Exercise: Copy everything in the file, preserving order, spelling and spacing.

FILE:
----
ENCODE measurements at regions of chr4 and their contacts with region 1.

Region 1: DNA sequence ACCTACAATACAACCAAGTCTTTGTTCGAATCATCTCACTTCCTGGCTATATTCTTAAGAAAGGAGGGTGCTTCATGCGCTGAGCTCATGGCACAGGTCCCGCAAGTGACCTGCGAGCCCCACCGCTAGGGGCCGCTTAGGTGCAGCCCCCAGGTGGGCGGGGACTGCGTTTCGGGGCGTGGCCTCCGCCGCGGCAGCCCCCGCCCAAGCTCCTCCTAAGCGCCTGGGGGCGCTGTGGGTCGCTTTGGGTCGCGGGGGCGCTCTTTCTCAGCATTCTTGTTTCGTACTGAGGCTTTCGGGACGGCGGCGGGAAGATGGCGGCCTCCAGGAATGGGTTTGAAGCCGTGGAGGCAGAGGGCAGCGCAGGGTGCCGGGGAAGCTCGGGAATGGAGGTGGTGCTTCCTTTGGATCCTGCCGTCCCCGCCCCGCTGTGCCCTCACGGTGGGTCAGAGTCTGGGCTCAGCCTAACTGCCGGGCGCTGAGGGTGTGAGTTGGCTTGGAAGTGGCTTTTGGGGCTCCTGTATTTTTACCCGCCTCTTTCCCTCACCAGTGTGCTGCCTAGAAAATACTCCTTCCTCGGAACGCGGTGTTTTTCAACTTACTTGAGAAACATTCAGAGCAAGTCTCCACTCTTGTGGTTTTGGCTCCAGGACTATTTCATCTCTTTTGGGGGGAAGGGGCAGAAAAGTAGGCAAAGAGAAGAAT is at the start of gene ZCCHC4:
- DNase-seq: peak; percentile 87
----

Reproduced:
ENCODE measurements at regions of chr4 and their contacts with region 1.

Region 1: DNA sequence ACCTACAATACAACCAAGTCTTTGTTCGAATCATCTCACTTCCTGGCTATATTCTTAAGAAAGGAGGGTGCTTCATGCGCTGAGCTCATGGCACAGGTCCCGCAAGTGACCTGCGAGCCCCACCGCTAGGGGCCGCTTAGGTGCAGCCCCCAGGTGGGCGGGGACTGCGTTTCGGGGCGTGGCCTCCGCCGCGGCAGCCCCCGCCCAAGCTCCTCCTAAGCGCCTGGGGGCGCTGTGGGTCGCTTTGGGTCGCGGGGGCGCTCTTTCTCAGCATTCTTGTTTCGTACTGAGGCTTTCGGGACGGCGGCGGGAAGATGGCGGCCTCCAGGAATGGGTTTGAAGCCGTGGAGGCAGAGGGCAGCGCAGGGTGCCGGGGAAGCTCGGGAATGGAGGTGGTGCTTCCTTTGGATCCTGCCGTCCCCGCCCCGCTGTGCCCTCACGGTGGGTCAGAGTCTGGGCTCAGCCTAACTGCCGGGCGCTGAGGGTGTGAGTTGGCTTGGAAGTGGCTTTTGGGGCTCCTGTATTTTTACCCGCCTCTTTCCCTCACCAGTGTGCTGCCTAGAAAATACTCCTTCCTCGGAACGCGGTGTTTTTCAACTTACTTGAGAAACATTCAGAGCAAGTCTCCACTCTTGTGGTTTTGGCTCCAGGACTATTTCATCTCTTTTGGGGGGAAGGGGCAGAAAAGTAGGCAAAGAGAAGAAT is at the start of gene ZCCHC4:
- DNase-seq: peak; percentile 87